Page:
Systems Biology of a diazotrophic unicellular cyanobacterium of the genus Cyanothece
Prof. Louis Sherman
West Lafayette, Indiana USA
The goal of engineering cyanobacteria to produce of high-value compounds, like biofuels, comes with many challenges. Physiological characteristics such as growth rate, culture heterogeneity, and nutrient storage can impact the facility of using specific organisms for targeted chemical production. In addition, an increasing body of evidence suggests that post-transcriptional regulatory mechanisms are prevalent in cyanobacteria. The unicellular genus Cyanothece consists of diazotrophic cyanobacteria that can fix atmospheric N2 in addition to CO2. Cyanothece strain PCC 7822 is the only member of this genus that is amenable to genetic modification. This strain stores a significant amount of nutrients in intracellular granules, extrudes exopolysacchrides making macromolecule isolation difficult and cells to aggregate. Also, little is known about the expression dynamics of metabolic pathways that could be used for biofuel production. In order to further develop this strain for the industrial purposes, an integrated approach was applied consisting of three main areas; physiology – how cells grow and store carbohydrates under different conditions; gene expression – utilizing transcriptomics and proteomics to understand how different metabolic reactions occur within the cell; and genetics – monitoring the effects of different genetic modifications in order to generate novel metabolic capabilities.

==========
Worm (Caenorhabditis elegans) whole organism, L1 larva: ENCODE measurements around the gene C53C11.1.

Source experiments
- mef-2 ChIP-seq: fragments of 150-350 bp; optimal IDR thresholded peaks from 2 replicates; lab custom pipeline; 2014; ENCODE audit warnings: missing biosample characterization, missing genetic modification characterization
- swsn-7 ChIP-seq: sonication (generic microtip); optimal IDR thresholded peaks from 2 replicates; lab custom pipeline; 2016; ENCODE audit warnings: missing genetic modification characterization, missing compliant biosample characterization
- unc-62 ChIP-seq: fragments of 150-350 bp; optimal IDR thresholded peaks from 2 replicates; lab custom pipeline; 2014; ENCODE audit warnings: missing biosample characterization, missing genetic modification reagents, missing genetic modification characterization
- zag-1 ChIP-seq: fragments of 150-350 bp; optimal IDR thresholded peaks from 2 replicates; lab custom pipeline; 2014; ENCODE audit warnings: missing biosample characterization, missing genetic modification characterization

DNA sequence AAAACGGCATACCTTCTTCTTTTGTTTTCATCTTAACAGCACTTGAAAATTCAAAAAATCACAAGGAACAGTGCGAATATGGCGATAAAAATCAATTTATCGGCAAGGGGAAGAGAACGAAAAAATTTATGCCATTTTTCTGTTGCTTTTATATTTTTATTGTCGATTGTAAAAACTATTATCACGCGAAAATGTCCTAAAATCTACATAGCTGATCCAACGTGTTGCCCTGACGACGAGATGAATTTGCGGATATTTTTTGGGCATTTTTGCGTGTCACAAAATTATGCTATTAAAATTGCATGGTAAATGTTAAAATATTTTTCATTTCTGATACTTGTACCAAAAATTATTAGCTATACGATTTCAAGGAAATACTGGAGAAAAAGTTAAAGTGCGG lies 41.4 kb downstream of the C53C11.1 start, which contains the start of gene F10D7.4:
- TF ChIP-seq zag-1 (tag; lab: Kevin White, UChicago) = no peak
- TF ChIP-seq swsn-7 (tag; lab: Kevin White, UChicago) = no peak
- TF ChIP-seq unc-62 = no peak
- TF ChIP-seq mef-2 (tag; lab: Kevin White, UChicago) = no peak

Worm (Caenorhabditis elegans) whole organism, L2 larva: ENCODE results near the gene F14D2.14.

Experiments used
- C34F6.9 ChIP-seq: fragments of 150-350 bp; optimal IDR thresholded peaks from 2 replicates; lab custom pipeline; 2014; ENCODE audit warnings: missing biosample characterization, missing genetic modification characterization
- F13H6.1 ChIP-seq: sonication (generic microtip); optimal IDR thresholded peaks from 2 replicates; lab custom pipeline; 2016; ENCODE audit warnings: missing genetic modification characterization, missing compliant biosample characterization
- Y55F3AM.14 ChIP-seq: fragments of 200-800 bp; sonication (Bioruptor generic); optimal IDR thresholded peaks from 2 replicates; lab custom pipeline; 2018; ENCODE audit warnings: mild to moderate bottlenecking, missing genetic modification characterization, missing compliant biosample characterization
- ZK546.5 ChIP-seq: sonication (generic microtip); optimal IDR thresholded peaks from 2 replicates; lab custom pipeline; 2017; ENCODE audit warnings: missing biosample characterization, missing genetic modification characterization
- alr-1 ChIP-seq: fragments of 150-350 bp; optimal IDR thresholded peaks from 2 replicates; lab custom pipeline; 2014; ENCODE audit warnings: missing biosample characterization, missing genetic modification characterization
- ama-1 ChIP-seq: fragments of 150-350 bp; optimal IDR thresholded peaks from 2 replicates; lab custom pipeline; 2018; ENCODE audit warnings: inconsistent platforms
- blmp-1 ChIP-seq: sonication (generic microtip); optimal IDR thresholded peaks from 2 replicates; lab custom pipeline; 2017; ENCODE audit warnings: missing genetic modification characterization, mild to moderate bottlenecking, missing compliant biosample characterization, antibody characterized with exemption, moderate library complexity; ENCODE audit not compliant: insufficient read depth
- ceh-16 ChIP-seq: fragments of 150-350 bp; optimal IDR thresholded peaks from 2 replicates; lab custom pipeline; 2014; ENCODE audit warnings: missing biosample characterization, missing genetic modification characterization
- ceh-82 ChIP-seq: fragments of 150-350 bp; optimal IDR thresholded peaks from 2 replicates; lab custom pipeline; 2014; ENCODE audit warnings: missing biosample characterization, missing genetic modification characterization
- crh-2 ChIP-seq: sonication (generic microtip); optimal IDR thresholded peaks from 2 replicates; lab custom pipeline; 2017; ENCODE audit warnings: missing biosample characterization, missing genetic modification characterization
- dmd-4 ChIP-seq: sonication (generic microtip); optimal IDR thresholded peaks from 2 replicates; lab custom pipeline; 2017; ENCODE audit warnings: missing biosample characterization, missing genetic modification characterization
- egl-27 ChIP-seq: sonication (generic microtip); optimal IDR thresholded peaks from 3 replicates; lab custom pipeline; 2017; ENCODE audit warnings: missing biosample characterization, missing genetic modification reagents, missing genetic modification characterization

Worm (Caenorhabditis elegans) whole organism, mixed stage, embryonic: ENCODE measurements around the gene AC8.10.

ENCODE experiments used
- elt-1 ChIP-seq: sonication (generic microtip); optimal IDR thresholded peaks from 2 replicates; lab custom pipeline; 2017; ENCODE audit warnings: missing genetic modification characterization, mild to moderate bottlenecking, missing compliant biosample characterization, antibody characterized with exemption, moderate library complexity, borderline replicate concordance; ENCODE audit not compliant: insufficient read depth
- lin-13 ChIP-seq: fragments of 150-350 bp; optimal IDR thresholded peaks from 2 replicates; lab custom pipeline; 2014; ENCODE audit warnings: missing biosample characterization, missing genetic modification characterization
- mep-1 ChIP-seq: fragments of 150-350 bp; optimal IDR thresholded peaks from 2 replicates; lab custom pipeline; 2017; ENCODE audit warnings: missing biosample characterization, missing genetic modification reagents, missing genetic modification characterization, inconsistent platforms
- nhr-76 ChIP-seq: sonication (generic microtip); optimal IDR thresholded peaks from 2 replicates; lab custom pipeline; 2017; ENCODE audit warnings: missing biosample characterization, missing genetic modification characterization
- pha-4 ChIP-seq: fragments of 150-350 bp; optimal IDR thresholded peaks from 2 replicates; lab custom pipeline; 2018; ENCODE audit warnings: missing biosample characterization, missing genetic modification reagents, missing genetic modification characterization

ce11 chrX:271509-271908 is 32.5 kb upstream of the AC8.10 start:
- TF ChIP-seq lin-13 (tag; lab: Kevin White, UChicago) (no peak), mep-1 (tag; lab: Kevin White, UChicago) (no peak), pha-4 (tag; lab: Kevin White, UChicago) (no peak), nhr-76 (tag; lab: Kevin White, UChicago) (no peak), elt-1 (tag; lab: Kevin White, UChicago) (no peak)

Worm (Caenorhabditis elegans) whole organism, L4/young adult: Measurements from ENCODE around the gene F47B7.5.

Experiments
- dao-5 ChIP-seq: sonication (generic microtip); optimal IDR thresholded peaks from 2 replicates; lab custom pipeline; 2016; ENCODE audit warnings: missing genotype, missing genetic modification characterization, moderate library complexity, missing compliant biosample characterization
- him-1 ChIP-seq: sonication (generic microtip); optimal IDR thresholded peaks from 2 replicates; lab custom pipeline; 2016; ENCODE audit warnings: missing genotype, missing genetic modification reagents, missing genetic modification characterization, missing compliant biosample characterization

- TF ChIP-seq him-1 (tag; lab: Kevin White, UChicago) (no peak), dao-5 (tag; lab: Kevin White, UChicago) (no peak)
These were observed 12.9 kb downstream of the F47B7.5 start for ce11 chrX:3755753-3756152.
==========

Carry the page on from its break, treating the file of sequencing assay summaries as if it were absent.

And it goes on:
Nitrate and phosphate levels in BG-11 growth media were reduced and flow cytometry and transmission electron microscopy were used to determine the effects on various physiological properties. Reducing these nutrient concentrations led to a decrease
in intracellular storage, improved the growth rate, and increased culture homogeneity. Global metabolic dynamics were quantitated during standard growth conditions at four time points across a 24 hour light-dark cycle through a parallel transcriptomics and proteomics investigation. This is the first time such a study has been described for Cyanothece 7822. In addition, glycogen biosynthesis mutants were generated to study the enzymatic basis for variation in carbohydrate storage among cyanobacterial species and to test whether or not altering the structure of stored sugar granules can influence the production of downstream compound.